Foursquare and Gowalla, two of the most-hyped companies at this year's South by Southwest Interactive Festival (SXSWi) in Austin, Texas, are pretty tough rivals: both of them want to own the hot "geolocation" market, the big new thing in social networking.
And at SXSWi, both companies were throwing parties. On the same night. Around the corner from one another.
On Sunday, a design firm called Jess3 decided to get cheeky by sticking up posters around Austin for "The Geolocal Showdown," pitting the two Monday parties against one another like a boxing match. The poster depicts Foursquare co-founders Dennis Crowley and Naveen Selvadurai as "The Two-Headed Monster," and Gowalla CEO Josh Williams as "The Ultimate Underdog."
One thing was for sure--these parties were going to be packed. The line for the Foursquare party, which was held in conjunction with Brizzly, Katalyst, Stickybits, and a handful of other start-up partners, began before the doors had opened, and eager partygoers lobbied to get in on a VIP list to beat the crowds.
The Foursquare party easily filled up the Cedar Street Courtyard, a large bi-level bar in downtown Austin. It didn't help that the mostly-outdoors venue grew even more crowded when it began to rain and guests packed into the smaller indoor spaces.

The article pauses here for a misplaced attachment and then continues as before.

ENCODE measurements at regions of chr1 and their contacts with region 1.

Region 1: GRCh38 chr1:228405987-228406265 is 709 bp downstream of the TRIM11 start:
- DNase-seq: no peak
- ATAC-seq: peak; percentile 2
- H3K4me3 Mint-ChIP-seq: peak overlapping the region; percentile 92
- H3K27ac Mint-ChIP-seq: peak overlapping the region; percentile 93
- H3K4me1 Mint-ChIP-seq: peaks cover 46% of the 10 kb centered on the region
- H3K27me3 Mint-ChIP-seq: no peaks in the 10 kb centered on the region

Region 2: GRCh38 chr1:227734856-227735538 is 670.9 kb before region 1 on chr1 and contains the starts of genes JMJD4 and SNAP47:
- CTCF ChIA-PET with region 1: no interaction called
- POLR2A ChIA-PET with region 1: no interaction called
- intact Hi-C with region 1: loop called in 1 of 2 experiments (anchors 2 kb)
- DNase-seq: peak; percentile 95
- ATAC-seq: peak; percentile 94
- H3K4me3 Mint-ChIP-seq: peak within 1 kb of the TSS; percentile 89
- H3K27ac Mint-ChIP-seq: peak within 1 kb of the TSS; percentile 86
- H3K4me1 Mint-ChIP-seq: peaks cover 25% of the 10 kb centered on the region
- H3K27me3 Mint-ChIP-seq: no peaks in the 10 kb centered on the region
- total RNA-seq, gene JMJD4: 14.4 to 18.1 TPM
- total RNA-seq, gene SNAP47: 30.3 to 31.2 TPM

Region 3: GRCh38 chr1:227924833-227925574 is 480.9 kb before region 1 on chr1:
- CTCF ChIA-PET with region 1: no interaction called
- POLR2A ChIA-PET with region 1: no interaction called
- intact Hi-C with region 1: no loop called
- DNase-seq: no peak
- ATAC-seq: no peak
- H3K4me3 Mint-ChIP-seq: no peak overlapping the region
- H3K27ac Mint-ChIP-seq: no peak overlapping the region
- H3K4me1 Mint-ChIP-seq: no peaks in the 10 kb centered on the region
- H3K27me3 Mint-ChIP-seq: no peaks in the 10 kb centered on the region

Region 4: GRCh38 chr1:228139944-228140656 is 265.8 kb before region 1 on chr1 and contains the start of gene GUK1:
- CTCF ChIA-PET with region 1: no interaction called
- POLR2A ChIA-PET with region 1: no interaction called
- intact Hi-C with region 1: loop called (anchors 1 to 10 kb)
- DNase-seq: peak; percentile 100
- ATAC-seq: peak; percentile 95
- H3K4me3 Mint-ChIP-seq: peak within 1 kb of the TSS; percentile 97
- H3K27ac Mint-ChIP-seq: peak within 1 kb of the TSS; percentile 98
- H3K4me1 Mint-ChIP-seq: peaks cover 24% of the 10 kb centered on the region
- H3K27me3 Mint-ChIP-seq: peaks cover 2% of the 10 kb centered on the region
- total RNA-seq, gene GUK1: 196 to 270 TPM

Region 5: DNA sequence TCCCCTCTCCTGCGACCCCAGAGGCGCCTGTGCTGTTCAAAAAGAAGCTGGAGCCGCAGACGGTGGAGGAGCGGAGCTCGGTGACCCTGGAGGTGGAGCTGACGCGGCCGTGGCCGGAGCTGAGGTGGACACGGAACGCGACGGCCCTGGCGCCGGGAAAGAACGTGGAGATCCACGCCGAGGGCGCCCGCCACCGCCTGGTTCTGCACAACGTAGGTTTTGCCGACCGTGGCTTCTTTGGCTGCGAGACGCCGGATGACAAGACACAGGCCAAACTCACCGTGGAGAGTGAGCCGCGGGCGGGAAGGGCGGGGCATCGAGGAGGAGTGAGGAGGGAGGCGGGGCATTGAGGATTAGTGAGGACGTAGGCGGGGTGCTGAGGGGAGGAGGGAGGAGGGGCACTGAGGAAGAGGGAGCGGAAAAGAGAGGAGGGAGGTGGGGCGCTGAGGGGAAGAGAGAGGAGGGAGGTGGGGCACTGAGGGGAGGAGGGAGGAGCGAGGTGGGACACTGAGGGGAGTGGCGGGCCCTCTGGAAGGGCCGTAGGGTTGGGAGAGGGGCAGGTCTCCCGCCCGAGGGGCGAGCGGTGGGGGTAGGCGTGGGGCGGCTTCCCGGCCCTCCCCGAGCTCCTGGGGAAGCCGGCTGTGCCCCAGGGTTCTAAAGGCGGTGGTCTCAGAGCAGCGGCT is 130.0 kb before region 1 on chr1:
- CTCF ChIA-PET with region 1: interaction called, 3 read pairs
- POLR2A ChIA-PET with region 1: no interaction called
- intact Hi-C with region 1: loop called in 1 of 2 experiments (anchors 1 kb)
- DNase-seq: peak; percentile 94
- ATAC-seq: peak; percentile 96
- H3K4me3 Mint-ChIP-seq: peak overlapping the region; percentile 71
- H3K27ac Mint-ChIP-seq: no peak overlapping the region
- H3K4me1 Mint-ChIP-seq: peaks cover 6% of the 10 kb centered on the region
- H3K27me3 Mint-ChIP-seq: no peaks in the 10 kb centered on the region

Around the corner at a bar called the Belmont, Foursquare rival Gowalla was throwing a party of its own. With a "tiki room" theme, the mai tais were flowing and the labyrinthine bar was packed with partygoers.
Foursquare might've had Ashton Kutcher and Twitter CEO Evan Williams in attendance, but Gowalla had the bigger-name performer: DJ and electronic artist Diplo, who drew the crowds into the Belmont's outdoor courtyard despite the rain.
Gowalla also had a big charity partner at its party: the Lance Armstrong-founded Livestrong. Using Gowalla to "check in" to the party earned users a virtual Livestrong bracelet and donated $1 to the cancer research foundation.
But Foursquare's real-life social activity at SXSWi didn't end with its party: All week, employees had used sidewalk chalk to set up matches of the popular playground game foursquare outside the Austin Convention Center. (That's co-founder Dennis Crowley in the foreground.)